What workplace and flexibility rights exist for women during their pregnancy, while they’re on maternity leave and once they return from maternity leave-what can they ask their employer for?
To answer this question fully would require a much longer blog.
To summarise, during pregnancy, women have the right not to be discriminated against because they are pregnant. They have the right to take personal leave, the right to a safe job and the right to up to 12 months of unpaid parental leave after 12 months continuous service.
Once on maternity leave, women have the right to “keeping in touch” days and the right to be consulted about changes to their pre-parental leave job. They also have the right to request up to an additional 12 months unpaid leave.
When their maternity leave comes to an end, women have the right to return to their pre-parental leave job or if it is not available, the right to return to a job nearest in pay and status. They also have the right to request flexible work and to not be discriminated against because of their new caring responsibilities.
Does Australia have a discrimination problem when it comes to mothers in the workforce?
Yes, the statistics above speak for themselves. Part of the problem is that men don’t exercise their rights to parental leave, most of the entitlements described above are available to men as well.
Have you ever experienced sex discrimination? Is this why you founded your own business?
Yes- both gender and carer’s discrimination. When I started my first job in law, I was paid thousands less than my less qualified male peer – at an employment law firm no less. When I decided to leave traditional law and look for a more flexible job after having my second baby, recruiters would refuse to put me forward for jobs I was plainly well qualified for on the basis of my carer’s responsibilities.
I thought, “I have the capacity to create a firm that can help women being discriminated against and create work for parents that want flexibility”. My experiences certainly impacted my decision to start Resolution123.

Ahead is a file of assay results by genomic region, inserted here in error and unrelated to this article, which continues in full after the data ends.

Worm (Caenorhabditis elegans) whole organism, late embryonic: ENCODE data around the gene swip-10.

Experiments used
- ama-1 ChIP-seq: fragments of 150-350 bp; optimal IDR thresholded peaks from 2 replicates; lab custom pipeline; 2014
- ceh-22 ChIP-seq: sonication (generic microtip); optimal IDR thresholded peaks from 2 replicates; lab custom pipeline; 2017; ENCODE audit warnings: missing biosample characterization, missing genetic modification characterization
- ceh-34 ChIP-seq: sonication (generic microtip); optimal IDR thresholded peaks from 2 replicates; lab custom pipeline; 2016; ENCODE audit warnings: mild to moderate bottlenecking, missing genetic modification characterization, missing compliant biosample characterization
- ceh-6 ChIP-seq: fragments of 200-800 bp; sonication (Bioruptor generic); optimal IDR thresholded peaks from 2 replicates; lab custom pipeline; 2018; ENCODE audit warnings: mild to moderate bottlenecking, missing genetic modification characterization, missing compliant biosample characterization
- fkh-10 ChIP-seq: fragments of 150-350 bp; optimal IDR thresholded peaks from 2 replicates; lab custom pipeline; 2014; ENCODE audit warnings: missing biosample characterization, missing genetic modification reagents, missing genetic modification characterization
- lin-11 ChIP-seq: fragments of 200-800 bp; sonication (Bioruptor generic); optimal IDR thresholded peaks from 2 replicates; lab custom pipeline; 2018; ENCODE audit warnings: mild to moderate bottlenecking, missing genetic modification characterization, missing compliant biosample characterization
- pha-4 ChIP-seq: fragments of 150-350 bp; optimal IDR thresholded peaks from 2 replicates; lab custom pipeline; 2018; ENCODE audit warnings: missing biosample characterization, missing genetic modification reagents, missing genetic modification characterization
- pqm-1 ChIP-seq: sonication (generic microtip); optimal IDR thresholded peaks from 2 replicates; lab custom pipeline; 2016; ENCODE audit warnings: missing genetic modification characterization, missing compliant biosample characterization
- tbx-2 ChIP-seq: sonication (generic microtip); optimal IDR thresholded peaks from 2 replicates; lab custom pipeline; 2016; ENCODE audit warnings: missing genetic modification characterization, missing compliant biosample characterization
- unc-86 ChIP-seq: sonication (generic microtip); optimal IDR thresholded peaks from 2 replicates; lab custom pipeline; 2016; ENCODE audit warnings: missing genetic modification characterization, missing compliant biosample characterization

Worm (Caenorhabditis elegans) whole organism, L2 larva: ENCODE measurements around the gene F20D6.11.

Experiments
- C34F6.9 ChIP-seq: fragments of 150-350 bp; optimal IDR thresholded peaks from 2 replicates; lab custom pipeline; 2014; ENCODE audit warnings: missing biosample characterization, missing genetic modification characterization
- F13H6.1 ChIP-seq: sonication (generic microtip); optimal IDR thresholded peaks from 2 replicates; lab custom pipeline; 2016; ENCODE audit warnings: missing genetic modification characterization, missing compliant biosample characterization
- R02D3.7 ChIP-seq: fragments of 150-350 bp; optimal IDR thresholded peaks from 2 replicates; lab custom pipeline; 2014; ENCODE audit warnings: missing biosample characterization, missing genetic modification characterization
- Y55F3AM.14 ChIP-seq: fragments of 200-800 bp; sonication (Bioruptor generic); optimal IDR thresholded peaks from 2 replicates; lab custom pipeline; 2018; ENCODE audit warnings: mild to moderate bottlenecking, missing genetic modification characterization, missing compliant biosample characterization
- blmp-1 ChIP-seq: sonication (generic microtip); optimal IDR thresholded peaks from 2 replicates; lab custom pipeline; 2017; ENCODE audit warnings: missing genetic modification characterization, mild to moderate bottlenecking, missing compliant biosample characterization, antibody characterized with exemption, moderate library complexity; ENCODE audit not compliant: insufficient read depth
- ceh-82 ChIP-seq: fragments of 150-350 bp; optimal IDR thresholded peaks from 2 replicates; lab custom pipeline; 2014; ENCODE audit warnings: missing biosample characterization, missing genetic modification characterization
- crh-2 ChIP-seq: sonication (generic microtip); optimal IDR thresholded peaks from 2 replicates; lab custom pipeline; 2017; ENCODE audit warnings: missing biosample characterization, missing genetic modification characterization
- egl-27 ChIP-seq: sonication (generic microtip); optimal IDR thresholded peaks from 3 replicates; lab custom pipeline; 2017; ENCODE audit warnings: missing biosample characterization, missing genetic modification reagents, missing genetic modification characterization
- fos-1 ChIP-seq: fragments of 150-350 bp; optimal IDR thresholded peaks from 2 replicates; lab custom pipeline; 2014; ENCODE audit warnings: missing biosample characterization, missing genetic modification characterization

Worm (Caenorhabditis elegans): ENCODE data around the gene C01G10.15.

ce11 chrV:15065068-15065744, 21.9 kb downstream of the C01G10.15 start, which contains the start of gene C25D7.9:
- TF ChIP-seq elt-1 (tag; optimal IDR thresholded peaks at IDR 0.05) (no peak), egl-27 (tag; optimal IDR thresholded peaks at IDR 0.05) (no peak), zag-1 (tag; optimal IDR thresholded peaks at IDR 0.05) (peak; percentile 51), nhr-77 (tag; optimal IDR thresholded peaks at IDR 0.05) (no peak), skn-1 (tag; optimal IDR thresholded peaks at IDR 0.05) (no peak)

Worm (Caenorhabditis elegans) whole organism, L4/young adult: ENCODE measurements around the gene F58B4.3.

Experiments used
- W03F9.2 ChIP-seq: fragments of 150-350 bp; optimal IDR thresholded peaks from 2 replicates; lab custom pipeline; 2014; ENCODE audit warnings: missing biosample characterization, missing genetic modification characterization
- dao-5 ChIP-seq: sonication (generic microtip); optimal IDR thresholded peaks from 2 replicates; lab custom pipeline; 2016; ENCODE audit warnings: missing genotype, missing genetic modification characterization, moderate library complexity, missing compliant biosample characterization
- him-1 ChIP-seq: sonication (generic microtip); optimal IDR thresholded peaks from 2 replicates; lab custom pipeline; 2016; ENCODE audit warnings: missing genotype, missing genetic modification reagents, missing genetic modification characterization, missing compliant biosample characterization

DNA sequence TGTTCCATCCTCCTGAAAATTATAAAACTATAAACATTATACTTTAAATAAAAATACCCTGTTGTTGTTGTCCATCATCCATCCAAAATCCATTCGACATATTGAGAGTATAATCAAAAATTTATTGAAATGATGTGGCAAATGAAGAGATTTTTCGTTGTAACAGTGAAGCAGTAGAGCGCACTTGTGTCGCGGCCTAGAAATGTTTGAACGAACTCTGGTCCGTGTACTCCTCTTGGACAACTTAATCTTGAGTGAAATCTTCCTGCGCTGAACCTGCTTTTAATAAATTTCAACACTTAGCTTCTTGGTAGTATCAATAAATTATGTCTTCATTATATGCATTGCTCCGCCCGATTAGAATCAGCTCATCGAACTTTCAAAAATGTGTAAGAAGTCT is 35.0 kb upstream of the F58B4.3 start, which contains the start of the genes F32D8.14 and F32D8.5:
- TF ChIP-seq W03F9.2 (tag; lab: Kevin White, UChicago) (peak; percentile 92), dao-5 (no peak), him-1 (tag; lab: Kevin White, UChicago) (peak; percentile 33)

What do you think is getting in the way of women and flexible employment?
There is still a prevailing view amongst employers that flexibility is a privilege to be earned, rather than a necessity to facilitate women returning to work and accommodate the social need to care for our children.
As such, most employers start from a place of no, it can’t be accommodated, it’s inconvenient to the business, it hasn’t worked in the past and so on.
This is completely contrary to the future of work which is task based (not hours based) and can be performed anywhere. It is well documented and researched that working mums are the most productive and loyal in the workforce.
This needs to stop being a woman problem. It is a community problem, a societal problem. It is not the 1950s: women need and want to work and men need and want to spend more time with their children.
Government policy needs to change to encourage men to step up to their carer’s responsibilities and exercise their rights at work to parental leave and flexible work. When both sexes are caring equally and exercising their rights at work equally, discrimination on the basis of sex, pregnancy and caring responsibilities will decrease.